81 F.Supp. 292 (1948)
THE SAN PABLO et al.
United States District Court S. D. Florida, Tampa Division.
July 27, 1948.
Martin Schlesinger, of New York City, for libelant.
Fowler, White, Gillen, Yancey & Humkey, of Tampa, Fla., for respondents.
BARKER, District Judge.
This matter is before me on exceptions to the libel asserting that admiralty is without jurisdiction.
Libelant sued the sea-going dredge San Pablo in rem and the respondent Branning in personam. According to the libel, the facts are as follows: Branning is the owner of the San Pablo, it appearing that he purchased the vessel from the United States. Libelant advanced $10,570 to Branning to be used in Branning's purchase of the San Pablo, which money and certain expenses in connection therewith Branning promised to repay, with interest. Branning also agreed to assign his interest in the San Pablo to libelant, a copy of such agreement being attached to the libel. Upon Branning's failure to repay as promised, libelant brought this action. He asks that the San Pablo be sold to pay the amount due him or, in the alternative, that the court decree the San Pablo to be his property.
The document attached to the libel is most informal in character, and would appear to be, not a promise by Branning to assign his interest in the San Pablo, but a conveyance of Branning's interest in presentae. The court, however, will accept the construction placed upon the document by the allegations of the libel, as indeed, it is bound to do.
Considering the libel in terms most favorable to libelant, it alleges either an executory contract by Branning to convey his interest in the San Pablo to libelant, or that libelant holds a lien against the San Pablo to secure the moneys advanced by libelant to purchase the vessel. In either case, libelant states no cause cognizable in admiralty.
If the libel be considered to allege an executory contract to convey Branning's interest, admiralty is without jurisdiction, for it is settled that admiralty cannot entertain a bill for specific performance or to enforce an equitable title. Rea v. The Eclipse, 135 U.S. 599, 10 S.Ct. 873, 34 L.Ed. 269; The Guayaquil, D.C., 29 F.Supp. 578; The Amelia, C.C., 23 F. 406; The Ella J. Slaymaker, D.C., 28 F. 767; The Captain Johnson, D.C., 64 F.Supp. 559; The Ada, 2 Cir., 250 F. 194.
On the other hand, if the libel be considered to assert a lien against the San Pablo to secure the purchase money advanced, libelant is in no better position to seek enforcement of his rights in admiralty. The advancement of funds to be used in purchasing a vessel is not a maritime transaction. Its only purpose has regard merely to a change in ownership, and not to the use of the vessel in navigation, or the perils of the sea. It creates no maritime lien. The Perseverance, 19 Fed.Cas. page 307, No. 11017; The Sarah Harris, 21 Fed. Cas. page 447, No. 12,346; The Clifton, 4 Cir., 143 F. 460.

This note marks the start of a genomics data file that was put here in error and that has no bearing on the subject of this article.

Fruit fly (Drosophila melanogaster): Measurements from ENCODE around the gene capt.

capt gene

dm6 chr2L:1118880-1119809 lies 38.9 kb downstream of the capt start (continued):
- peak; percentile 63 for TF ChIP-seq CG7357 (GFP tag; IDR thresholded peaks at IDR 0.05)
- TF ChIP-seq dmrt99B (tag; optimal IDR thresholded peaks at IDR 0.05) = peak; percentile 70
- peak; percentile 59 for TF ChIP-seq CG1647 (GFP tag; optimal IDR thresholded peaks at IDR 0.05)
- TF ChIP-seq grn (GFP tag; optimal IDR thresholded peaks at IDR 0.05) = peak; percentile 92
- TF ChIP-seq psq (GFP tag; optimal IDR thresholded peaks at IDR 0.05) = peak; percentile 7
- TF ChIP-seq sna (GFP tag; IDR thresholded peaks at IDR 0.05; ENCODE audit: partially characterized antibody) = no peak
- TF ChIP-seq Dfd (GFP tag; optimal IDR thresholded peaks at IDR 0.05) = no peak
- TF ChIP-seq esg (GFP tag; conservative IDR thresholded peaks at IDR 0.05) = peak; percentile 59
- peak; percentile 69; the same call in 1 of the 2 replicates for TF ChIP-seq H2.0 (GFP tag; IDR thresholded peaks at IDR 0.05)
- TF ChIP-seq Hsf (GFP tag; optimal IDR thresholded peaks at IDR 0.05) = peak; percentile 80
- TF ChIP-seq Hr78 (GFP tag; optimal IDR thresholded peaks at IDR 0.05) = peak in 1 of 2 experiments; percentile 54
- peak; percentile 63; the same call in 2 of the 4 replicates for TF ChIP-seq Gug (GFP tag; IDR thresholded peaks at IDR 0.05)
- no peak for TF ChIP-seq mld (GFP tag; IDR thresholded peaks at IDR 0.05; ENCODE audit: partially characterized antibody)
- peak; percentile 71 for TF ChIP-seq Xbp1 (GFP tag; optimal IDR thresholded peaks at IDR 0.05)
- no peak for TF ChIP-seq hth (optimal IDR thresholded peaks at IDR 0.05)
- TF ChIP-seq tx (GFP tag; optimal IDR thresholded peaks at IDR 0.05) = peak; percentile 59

The execution of the document attached to the libel adds nothing to the situation, whether it be considered a deposit of the title to secure the advances, The John Jay, 17 How. 399, 58 U.S. 399, 15 L.Ed. 95; The Perseverance, supra; Ella J. Slaymaker, supra; or a mortgage The John Jay, supra, The Madrid, C.C., 40 F. 677; The Clifton, supra.
Eliminating from consideration bottomry and respondentia bonds, the only mortgage on a ship which may invoke the admiralty jurisdiction for its foreclosure is a preferred mortgage executed and recorded in accordance with the requirements of the Ship Mortgage Act of 1920, 46 U.S. C.A. §§ 911-984, The John J. Barlum, 293 U.S. 21, 55 S.Ct. 31, 79 L.Ed. 176; The Emma Giles, D.C., 15 F.Supp. 502, The Angler, D.C., 23 F.Supp. 341. There is not even a suggestion that the document presently under consideration falls within this class of instrument.
To invoke admiralty jurisdiction in rem, libelant must have some transaction upon which to base a claim of a maritime lien The Rock Island Bridge, 6 Wall. 213, 73 U.S. 213, 18 L.Ed. 753; The Propeller Commerce, 1 Black 574, 66 U.S. 574, 17 L. Ed. 107; 1 Benedict (Sixth Ed.) 18; to sue in personam he must at least have a maritime right. Here libelant has neither.
Libelant has submitted a brief to which he has attached an additional contract by which he gave Branning an option to repurchase the vessel for the amount expended by libellant. I cannot consider this document in the present state of the record, but even if I could, it would not alter the situation. The Ella J. Slaymaker, supra. From this contract it appears that Branning did not have title to the San Pablo at the time he executed the document attached to the libel. This may account for libelant's allegation of an agreement to assign instead of an assignment in presentae.
It is not presently seen how the defect in libelant's case could be cured by amendment. On the settlement of the decree, however, libelant may, if so advised, submit an affidavit containing a statement of such facts as are deemed appropriate to granting leave, under Admiralty Rule 23, 28 U.S.C.A., to serve and file an amended libel. The Guayaquil, supra.
Settle decree on 5 days' notice.